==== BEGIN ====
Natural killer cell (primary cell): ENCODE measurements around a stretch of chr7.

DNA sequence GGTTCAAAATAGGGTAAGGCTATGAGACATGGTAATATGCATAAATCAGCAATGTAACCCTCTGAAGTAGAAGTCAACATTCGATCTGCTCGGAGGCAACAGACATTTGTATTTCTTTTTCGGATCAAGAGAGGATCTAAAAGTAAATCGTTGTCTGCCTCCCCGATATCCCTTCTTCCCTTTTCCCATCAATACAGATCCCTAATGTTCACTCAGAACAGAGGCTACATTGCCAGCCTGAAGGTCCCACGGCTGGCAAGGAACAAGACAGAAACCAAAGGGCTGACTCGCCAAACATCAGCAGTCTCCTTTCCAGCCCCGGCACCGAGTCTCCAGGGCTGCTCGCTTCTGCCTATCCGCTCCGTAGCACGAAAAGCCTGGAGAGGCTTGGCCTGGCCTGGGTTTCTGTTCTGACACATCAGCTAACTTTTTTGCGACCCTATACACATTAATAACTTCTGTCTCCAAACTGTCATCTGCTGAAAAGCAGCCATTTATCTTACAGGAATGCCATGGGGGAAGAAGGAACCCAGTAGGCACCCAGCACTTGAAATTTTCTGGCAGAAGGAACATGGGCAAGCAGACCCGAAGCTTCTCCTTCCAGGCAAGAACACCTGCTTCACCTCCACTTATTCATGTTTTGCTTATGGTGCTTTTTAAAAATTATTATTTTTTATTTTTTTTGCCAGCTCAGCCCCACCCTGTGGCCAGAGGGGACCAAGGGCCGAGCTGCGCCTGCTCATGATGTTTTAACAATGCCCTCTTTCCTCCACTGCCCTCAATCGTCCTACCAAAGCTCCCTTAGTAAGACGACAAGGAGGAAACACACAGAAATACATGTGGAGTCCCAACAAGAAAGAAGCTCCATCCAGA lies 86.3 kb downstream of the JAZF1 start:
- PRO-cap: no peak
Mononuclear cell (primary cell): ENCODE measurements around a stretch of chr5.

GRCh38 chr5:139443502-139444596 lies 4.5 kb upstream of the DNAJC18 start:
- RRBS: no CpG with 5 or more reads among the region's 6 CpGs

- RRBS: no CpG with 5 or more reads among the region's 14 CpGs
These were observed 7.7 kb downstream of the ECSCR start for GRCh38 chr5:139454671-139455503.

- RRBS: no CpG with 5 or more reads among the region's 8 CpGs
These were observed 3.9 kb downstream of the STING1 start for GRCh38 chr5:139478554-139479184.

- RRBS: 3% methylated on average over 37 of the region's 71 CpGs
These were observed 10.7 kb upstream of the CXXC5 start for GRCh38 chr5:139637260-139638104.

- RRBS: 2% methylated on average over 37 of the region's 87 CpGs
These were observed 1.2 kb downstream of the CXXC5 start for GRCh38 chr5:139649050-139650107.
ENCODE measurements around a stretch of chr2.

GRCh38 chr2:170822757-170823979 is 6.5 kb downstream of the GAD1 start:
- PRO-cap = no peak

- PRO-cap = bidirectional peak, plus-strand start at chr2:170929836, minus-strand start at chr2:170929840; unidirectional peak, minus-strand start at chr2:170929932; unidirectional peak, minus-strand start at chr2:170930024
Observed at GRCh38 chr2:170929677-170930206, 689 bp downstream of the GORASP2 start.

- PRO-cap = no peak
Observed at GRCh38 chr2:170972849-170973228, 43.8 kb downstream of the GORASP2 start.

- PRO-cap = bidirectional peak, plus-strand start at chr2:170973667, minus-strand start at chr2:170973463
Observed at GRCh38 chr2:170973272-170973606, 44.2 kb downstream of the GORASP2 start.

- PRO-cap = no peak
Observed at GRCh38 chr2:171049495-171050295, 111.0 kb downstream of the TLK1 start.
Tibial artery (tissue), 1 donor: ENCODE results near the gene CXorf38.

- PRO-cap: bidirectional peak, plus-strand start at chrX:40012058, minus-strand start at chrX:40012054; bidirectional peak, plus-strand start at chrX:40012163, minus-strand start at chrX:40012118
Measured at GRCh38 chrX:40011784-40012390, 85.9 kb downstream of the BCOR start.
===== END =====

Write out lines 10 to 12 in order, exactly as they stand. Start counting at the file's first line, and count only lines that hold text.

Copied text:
These were observed 3.9 kb downstream of the STING1 start for GRCh38 chr5:139478554-139479184.

- RRBS: 3% methylated on average over 37 of the region's 71 CpGs
These were observed 10.7 kb upstream of the CXXC5 start for GRCh38 chr5:139637260-139638104.